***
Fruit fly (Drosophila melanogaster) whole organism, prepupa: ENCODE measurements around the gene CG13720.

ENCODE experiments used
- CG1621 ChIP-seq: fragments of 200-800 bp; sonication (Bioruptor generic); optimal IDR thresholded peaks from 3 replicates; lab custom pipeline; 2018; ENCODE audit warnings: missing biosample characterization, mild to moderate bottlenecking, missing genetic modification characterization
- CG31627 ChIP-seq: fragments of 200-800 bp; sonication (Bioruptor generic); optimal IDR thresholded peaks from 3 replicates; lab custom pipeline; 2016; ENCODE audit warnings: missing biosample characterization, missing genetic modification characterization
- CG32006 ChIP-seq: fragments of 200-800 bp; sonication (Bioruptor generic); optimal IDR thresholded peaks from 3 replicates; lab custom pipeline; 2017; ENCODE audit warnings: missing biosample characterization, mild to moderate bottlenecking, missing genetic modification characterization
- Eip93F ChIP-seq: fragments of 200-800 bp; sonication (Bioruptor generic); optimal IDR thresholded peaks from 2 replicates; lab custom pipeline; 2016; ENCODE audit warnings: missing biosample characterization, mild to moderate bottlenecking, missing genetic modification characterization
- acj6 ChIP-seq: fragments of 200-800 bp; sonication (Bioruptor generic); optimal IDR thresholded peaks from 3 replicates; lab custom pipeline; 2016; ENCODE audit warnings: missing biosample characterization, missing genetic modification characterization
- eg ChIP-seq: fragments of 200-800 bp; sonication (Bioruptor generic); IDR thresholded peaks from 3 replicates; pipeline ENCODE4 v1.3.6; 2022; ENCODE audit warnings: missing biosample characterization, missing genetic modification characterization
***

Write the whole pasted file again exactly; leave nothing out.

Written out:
Fruit fly (Drosophila melanogaster) whole organism, prepupa: ENCODE measurements around the gene CG13720.

ENCODE experiments used
- CG1621 ChIP-seq: fragments of 200-800 bp; sonication (Bioruptor generic); optimal IDR thresholded peaks from 3 replicates; lab custom pipeline; 2018; ENCODE audit warnings: missing biosample characterization, mild to moderate bottlenecking, missing genetic modification characterization
- CG31627 ChIP-seq: fragments of 200-800 bp; sonication (Bioruptor generic); optimal IDR thresholded peaks from 3 replicates; lab custom pipeline; 2016; ENCODE audit warnings: missing biosample characterization, missing genetic modification characterization
- CG32006 ChIP-seq: fragments of 200-800 bp; sonication (Bioruptor generic); optimal IDR thresholded peaks from 3 replicates; lab custom pipeline; 2017; ENCODE audit warnings: missing biosample characterization, mild to moderate bottlenecking, missing genetic modification characterization
- Eip93F ChIP-seq: fragments of 200-800 bp; sonication (Bioruptor generic); optimal IDR thresholded peaks from 2 replicates; lab custom pipeline; 2016; ENCODE audit warnings: missing biosample characterization, mild to moderate bottlenecking, missing genetic modification characterization
- acj6 ChIP-seq: fragments of 200-800 bp; sonication (Bioruptor generic); optimal IDR thresholded peaks from 3 replicates; lab custom pipeline; 2016; ENCODE audit warnings: missing biosample characterization, missing genetic modification characterization
- eg ChIP-seq: fragments of 200-800 bp; sonication (Bioruptor generic); IDR thresholded peaks from 3 replicates; pipeline ENCODE4 v1.3.6; 2022; ENCODE audit warnings: missing biosample characterization, missing genetic modification characterization